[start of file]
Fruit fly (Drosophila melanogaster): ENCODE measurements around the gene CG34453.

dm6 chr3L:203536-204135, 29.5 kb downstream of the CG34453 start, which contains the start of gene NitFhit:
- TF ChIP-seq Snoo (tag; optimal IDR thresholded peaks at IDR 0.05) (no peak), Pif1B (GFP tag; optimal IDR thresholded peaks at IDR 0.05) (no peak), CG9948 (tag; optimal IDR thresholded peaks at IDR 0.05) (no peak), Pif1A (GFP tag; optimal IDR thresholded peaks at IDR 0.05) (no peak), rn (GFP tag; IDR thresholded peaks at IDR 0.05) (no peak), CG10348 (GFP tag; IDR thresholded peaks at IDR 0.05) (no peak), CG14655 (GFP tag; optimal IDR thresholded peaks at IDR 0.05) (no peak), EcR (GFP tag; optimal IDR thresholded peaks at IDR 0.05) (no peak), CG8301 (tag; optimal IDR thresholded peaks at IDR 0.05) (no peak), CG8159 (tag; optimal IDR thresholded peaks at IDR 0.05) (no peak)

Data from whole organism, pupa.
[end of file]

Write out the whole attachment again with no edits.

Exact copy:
Fruit fly (Drosophila melanogaster): ENCODE measurements around the gene CG34453.

dm6 chr3L:203536-204135, 29.5 kb downstream of the CG34453 start, which contains the start of gene NitFhit:
- TF ChIP-seq Snoo (tag; optimal IDR thresholded peaks at IDR 0.05) (no peak), Pif1B (GFP tag; optimal IDR thresholded peaks at IDR 0.05) (no peak), CG9948 (tag; optimal IDR thresholded peaks at IDR 0.05) (no peak), Pif1A (GFP tag; optimal IDR thresholded peaks at IDR 0.05) (no peak), rn (GFP tag; IDR thresholded peaks at IDR 0.05) (no peak), CG10348 (GFP tag; IDR thresholded peaks at IDR 0.05) (no peak), CG14655 (GFP tag; optimal IDR thresholded peaks at IDR 0.05) (no peak), EcR (GFP tag; optimal IDR thresholded peaks at IDR 0.05) (no peak), CG8301 (tag; optimal IDR thresholded peaks at IDR 0.05) (no peak), CG8159 (tag; optimal IDR thresholded peaks at IDR 0.05) (no peak)

Data from whole organism, pupa.